Philip A Cole

Johns Hopkins University, Baltimore, Maryland, United States

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Publications (187)1654.37 Total impact

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    Beverley M Dancy, Philip A Cole
    Chemical Reviews 01/2015; DOI:10.1021/cr500452k · 45.66 Impact Factor
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    Nam Chu, Philip A Cole
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    ABSTRACT: Bruton's tyrosine kinase, an enzyme that is important for B cell function, can be activated in a number of ways.
    eLife Sciences 01/2015; 4. DOI:10.7554/eLife.07204 · 8.52 Impact Factor
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    ABSTRACT: Phage display (PD) is frequently used to discover peptides capable of binding to biological protein targets. The structural characterization of peptide-protein complexes is often challenging due to their low binding affinities and high structural flexibility. Here, we investigate the use of hydrogen/deuterium exchange mass spectrometry (HDX-MS) to characterize interactions of low affinity peptides with their cognate protein targets. The HDX-MS workflow was optimized to accurately detect low-affinity peptide-protein interactions by use of ion mobility, electron transfer dissociation, non-binding control peptides and statistical analysis of replicate data. We show that HDX-MS can identify regions in the two epigenetic regulator proteins KDM4C and KDM1A that are perturbed through weak interactions with PD-identified peptides. Two peptides cause reduced HDX on opposite sides of the active site of KDM4C, indicating distinct binding modes. In contrast, the perturbation site of another PD-selected peptide inhibiting the function of KDM1A maps to a GST-tag. Our results demonstrate that HDX-MS can validate and map weak peptide-protein interactions, and pave the way for understanding and optimizing the binding of peptide scaffolds identified through PD and similar ligand discovery approaches.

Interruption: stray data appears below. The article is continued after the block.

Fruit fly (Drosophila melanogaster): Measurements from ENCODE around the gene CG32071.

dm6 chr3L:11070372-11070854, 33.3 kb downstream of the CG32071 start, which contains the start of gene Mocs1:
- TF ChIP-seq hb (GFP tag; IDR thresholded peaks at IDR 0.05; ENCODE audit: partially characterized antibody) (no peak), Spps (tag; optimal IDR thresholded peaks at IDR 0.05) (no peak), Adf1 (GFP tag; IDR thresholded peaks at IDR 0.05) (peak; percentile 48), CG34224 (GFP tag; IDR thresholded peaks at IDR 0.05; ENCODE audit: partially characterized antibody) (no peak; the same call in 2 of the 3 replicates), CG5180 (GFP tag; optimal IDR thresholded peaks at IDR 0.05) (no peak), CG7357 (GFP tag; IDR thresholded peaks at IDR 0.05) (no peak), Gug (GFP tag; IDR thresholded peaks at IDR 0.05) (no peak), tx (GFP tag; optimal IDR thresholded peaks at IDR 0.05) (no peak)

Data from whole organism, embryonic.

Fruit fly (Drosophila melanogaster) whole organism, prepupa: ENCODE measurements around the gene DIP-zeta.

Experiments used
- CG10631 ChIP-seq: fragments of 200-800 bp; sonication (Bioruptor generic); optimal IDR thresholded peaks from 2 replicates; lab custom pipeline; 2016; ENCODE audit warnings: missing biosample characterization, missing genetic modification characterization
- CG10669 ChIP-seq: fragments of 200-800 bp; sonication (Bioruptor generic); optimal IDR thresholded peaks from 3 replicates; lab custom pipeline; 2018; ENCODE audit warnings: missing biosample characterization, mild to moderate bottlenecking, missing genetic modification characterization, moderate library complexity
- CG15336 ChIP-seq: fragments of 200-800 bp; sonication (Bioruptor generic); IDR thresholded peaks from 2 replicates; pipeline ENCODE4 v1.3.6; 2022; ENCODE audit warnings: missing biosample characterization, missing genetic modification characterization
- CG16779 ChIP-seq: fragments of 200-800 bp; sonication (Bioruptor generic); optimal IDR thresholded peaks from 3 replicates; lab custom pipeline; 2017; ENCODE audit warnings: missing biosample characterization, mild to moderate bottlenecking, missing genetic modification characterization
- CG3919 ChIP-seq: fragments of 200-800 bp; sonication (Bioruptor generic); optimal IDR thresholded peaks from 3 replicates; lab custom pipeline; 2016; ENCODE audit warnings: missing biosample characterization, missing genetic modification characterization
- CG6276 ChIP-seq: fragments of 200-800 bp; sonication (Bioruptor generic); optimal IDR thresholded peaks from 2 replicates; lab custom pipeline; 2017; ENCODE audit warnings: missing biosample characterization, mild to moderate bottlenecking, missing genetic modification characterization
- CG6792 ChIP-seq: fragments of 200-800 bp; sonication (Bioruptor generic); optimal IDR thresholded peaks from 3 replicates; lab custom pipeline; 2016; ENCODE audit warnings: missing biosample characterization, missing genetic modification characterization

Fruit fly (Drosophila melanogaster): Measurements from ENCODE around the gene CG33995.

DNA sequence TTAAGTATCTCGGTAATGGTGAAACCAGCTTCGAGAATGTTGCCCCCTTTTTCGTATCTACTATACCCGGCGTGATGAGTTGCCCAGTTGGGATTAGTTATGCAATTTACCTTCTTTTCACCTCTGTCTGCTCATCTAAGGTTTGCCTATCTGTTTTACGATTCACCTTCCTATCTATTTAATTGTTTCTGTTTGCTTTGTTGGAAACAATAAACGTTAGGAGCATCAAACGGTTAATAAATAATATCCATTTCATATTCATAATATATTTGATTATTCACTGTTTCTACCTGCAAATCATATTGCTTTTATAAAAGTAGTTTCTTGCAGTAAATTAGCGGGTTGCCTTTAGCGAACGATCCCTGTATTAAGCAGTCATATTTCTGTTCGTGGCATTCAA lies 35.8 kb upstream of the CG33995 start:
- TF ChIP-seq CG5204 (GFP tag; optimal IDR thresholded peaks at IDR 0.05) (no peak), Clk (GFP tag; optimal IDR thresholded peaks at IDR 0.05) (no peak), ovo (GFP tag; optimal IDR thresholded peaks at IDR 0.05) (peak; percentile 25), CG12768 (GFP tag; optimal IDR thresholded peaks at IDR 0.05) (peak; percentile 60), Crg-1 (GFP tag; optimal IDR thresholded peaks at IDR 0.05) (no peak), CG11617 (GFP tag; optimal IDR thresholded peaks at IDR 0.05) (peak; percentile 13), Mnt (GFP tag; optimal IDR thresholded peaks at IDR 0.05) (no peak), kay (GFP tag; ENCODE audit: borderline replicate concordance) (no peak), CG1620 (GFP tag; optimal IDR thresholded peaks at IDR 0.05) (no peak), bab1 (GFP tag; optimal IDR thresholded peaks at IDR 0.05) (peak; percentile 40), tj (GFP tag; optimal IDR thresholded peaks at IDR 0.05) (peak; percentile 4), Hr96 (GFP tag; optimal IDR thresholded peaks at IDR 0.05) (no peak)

Analytical Chemistry 10/2014; DOI:10.1021/ac503137u · 5.83 Impact Factor
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    ABSTRACT: The Type I Insulin-like Growth Factor Receptor (IGF1R) is involved in growth and survival of normal and neoplastic cells. A ligand-dependent conformational change is thought to regulate IGF1R activity, but the nature of this change is unclear. We point out an underappreciated dimer in the crystal structure of the related Insulin Receptor (IR) with Insulin bound that allows direct comparison with unliganded IR and suggests a mechanism by which ligand regulates IR/IGF1R activity. We test this mechanism in a series of biochemical and biophysical assays and find the IGF1R ectodomain maintains an autoinhibited state in which the TMs are held apart. Ligand binding releases this constraint, allowing TM association and unleashing an intrinsic propensity of the intracellular regions to autophosphorylate. Enzymatic studies of full-length and kinase-containing fragments show phosphorylated IGF1R is fully active independent of ligand and the extracellular-TM regions. The key step triggered by ligand binding is thus autophosphorylation.